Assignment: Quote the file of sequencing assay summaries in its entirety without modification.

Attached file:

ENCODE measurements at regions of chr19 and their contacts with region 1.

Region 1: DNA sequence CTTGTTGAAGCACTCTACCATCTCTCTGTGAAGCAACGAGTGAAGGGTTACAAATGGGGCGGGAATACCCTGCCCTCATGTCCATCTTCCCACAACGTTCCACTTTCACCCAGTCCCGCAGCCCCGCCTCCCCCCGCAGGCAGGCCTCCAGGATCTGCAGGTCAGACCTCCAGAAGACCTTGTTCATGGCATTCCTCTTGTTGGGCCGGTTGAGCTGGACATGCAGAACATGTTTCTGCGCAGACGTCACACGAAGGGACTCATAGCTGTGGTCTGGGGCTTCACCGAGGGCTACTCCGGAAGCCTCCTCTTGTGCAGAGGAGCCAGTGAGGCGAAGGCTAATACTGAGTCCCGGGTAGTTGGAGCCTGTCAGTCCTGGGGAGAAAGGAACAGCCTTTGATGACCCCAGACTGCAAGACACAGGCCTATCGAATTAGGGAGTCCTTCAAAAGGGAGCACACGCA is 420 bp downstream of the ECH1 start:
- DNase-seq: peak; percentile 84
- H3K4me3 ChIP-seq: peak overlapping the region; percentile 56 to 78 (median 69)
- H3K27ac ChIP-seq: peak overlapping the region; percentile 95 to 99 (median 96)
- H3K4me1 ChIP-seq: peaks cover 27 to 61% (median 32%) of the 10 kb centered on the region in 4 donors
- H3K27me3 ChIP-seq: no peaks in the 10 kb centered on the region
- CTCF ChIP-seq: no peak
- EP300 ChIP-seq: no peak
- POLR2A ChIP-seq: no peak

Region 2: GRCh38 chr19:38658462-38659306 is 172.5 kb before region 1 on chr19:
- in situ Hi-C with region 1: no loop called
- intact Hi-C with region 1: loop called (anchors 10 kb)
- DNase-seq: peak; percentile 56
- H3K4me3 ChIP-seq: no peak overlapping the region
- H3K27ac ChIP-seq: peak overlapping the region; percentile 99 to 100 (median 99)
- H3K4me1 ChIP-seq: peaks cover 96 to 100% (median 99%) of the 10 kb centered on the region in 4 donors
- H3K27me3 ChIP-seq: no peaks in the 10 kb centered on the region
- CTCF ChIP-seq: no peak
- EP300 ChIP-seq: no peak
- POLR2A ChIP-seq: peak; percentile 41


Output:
ENCODE measurements at regions of chr19 and their contacts with region 1.

Region 1: DNA sequence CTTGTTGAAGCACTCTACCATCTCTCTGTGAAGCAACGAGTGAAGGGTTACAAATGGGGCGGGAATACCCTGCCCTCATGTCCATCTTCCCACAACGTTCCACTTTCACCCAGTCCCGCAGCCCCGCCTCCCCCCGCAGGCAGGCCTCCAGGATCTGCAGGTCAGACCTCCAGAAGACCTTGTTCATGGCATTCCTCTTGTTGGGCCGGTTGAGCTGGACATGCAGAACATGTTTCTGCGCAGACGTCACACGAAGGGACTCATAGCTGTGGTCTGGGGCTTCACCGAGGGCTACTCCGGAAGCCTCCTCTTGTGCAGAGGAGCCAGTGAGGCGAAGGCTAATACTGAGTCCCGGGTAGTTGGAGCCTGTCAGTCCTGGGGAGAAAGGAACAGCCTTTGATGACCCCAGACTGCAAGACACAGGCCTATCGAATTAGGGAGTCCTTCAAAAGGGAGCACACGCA is 420 bp downstream of the ECH1 start:
- DNase-seq: peak; percentile 84
- H3K4me3 ChIP-seq: peak overlapping the region; percentile 56 to 78 (median 69)
- H3K27ac ChIP-seq: peak overlapping the region; percentile 95 to 99 (median 96)
- H3K4me1 ChIP-seq: peaks cover 27 to 61% (median 32%) of the 10 kb centered on the region in 4 donors
- H3K27me3 ChIP-seq: no peaks in the 10 kb centered on the region
- CTCF ChIP-seq: no peak
- EP300 ChIP-seq: no peak
- POLR2A ChIP-seq: no peak

Region 2: GRCh38 chr19:38658462-38659306 is 172.5 kb before region 1 on chr19:
- in situ Hi-C with region 1: no loop called
- intact Hi-C with region 1: loop called (anchors 10 kb)
- DNase-seq: peak; percentile 56
- H3K4me3 ChIP-seq: no peak overlapping the region
- H3K27ac ChIP-seq: peak overlapping the region; percentile 99 to 100 (median 99)
- H3K4me1 ChIP-seq: peaks cover 96 to 100% (median 99%) of the 10 kb centered on the region in 4 donors
- H3K27me3 ChIP-seq: no peaks in the 10 kb centered on the region
- CTCF ChIP-seq: no peak
- EP300 ChIP-seq: no peak
- POLR2A ChIP-seq: peak; percentile 41